The Gift of Writer’s Block

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Writer’s Block–the humbling ugly side of writing commonly associated with disappointment, frustration, and shame. It certainly carries a nasty reputation, but you don’t have to look at it that way. It’s time to change your outlook. Writer’s Block can be a gift.

Writer’s Block is NOT a myth.

I recently read an article that dismissed Writer’s Block as a myth. It went on to say that writers use it as an excuse to get out of writing. I couldn’t disagree more.

When someone tells us that our feelings or experiences are not real, we don’t acknowledge a serious issue, and then we suppress. Have we learned nothing about suppression? It leads to awful behavior. So no, I will not perpetuate this falsehood. I will not tell you that you are being lazy and that you should suffer and push through.

I will, however, tell you that you need to be more proactive about your lack of creativity …

Listen to your brain.

When you hit that wall and say, I’ve got nothing left to give, recognize that your brain has stopped being creative–on a conscious level. It needs a break and it’s throwing you signals. When you realize this, instead of eating all the Oreos, hiding under a blanket, and Netflix-binging, acknowledge it and do something about it. Take a nap. A short one.

This sounds counter-intuitive but it’s not. Think of your brain like a computer. It’s running some heavy programs while you write. Sometimes, the program needs more power and computation time, more than you have available at the moment. In order for the backup server to run, your conscious brain needs to shut down for a while. This shutdown allows the backup server to catalog, process, and then review all the data you just threw at it. You can force a reboot by meditating or taking a power nap.

Creative power nappers throughout history…

This is not a new thing. Einstein did it, so did Salvador Dali, Benjamin Franklin, Da Vinci, Brahms, and Beethoven. Their key to not over-napping, was, in some cases an actual physical key. Einstein used a spoon, but whatever you choose, sit with a heavy metal object in your hand, close your eyes and let go. When you fall into a deep sleep, you will drop the object and wake up from the clang.

The aforementioned great thinkers found that, when they awoke, they were refreshed and their mental slate was clear to solve whatever problems had plagued them pre-powernap.

How often do you wake in the morning and know exactly all the things you need to accomplish? For me, I wake with a clear list in my head of what I need to do. This is because I wake in a state that has been free of background noise both real and created by my own self.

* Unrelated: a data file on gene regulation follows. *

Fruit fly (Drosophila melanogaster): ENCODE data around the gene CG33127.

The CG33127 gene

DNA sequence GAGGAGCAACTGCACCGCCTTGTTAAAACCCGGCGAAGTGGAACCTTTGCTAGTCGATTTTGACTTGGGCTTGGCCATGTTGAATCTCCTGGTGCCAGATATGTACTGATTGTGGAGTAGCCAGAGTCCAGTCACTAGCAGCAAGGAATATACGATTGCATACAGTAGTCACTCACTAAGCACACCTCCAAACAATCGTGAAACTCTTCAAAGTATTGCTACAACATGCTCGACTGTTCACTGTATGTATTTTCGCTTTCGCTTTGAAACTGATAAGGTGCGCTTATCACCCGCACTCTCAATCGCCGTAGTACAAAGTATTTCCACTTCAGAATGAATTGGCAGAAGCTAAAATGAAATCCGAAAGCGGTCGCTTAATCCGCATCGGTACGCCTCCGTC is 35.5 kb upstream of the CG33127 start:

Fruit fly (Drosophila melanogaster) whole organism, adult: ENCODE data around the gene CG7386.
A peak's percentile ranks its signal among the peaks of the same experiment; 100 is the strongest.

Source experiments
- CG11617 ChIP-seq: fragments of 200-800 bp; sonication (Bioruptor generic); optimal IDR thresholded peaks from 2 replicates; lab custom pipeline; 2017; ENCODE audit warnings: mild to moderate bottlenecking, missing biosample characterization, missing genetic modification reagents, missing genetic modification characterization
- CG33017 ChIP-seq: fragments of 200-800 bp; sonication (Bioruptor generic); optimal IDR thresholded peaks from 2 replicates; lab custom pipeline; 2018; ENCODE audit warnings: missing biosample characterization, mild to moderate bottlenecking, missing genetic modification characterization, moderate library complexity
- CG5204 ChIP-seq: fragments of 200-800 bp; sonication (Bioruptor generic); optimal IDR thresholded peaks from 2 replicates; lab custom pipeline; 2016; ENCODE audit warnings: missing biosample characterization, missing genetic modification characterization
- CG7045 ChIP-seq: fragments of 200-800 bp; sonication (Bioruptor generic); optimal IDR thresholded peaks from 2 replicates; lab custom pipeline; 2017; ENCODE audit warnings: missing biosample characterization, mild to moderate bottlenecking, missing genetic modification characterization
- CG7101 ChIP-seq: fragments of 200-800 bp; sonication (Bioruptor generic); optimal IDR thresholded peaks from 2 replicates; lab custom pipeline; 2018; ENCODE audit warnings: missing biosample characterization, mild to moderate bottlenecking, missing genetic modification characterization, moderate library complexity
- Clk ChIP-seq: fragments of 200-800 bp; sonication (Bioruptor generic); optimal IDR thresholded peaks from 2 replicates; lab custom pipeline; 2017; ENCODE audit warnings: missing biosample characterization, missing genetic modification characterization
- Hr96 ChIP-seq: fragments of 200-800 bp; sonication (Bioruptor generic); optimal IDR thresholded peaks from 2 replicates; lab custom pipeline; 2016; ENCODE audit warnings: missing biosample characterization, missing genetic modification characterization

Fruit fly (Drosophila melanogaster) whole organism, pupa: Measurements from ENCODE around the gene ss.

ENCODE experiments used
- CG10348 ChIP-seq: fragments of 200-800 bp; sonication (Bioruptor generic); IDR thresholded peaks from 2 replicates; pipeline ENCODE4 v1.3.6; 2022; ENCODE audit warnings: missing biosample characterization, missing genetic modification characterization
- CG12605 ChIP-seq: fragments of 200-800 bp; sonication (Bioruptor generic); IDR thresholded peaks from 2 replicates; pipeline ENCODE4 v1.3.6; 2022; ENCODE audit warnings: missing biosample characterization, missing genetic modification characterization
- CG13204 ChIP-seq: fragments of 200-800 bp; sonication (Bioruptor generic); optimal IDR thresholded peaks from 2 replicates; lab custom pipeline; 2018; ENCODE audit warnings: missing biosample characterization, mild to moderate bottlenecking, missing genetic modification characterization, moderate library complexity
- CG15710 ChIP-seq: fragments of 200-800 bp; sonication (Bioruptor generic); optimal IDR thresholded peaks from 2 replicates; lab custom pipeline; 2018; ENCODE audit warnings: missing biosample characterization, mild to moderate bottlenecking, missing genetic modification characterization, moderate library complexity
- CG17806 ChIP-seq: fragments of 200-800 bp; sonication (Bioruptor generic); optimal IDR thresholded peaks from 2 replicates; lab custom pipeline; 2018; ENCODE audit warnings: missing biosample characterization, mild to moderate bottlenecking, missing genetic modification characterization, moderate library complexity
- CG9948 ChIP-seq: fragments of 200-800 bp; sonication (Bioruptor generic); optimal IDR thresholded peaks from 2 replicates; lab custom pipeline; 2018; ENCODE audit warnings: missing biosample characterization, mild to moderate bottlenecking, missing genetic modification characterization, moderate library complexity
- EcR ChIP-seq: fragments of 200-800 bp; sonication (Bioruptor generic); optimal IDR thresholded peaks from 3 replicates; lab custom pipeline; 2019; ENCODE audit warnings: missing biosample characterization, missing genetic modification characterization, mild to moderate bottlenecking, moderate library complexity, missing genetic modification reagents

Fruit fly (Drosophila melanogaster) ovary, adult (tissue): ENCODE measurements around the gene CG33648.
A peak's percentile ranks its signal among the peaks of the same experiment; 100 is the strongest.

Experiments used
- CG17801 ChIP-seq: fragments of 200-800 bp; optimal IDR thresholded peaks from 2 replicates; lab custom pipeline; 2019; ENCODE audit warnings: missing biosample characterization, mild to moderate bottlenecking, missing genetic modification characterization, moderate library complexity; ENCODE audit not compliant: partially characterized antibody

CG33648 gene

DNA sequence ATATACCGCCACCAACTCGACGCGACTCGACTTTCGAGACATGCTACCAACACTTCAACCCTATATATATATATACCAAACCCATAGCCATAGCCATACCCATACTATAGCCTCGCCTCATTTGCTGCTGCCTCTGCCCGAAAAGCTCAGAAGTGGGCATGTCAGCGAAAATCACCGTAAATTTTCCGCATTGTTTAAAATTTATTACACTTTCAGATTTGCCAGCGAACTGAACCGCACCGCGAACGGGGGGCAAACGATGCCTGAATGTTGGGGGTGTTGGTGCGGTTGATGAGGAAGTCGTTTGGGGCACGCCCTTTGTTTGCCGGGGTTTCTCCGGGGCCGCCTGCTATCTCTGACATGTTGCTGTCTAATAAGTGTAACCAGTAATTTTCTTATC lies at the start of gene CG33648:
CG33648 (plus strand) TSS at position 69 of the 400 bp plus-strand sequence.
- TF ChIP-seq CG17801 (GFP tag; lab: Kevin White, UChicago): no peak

Not a napper? Try meditation. This article has some wonderful insight into being better to yourself mentally.

Can’t meditate? Vacuum your living room.

Maybe all the meditation and the naps are not helping. Maybe you just need to do something else. I know people who swear meditation and napping would drive them even crazier than before. If this is you, go vacuum. I’m serious.

Mundane tasks are another way of clearing the mental clutter and allowing the subconscious to run its catalog, process, and review procedures. Don’t think about your current problem. Think about the dirt on the floor. I’ve also heard driving, showering, and exercise can also trigger a mind sweep.

Give yourself the gift of slowing down.

Writer’s Block might be your mind and body’s way of saying, slow down. Whatever you choose to do, make sure it’s a healthy choice and don’t be so hard on yourself. It’s your job to recognize the signs of mental fatigue, and to then treasure the time to rejuvenate. 

The world is a crazy overwhelming place and it can wear you down, so be kind to yourself. Your writing will be better for it.  


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About Author

Heather Rigney is a fiction writer, blogger, journalist, and art teacher based in Rhode Island. Author of The Merrow Trilogy--a dark, historical fantasy novel that deals with homicidal mermaids, the colonial suppression of women, and a present-day alcoholic funeral director trying to make sense of it all. Her writing has been featured in Motif Magazine and Stone Crowns Magazine. By day she teaches art at an all-girls Quaker school and at night she tries to be creative while avoiding too many sweets. You can read more about Ms. Rigney on her website:


    • Heather Rigney on

      Dear Callie,
      You are most welcome! I hope these tips help with your productivity.
      Best of luck with your writing endeavors,

  1. Driving is what does it for me, I try to have a scratch pad at hand while driving, ever ready to jot down those snippets of inspirations which will soon become the springboard for my next writing binge. Thanks Heather, very informative.

    • Heather Rigney on

      I’m glad you enjoyed the article, but do be careful as you jot while driving, dear writer. I, too, come up with ideas in the car and use the voice memo app on my phone. Hope your ideas keep flowing!
      Best regards,

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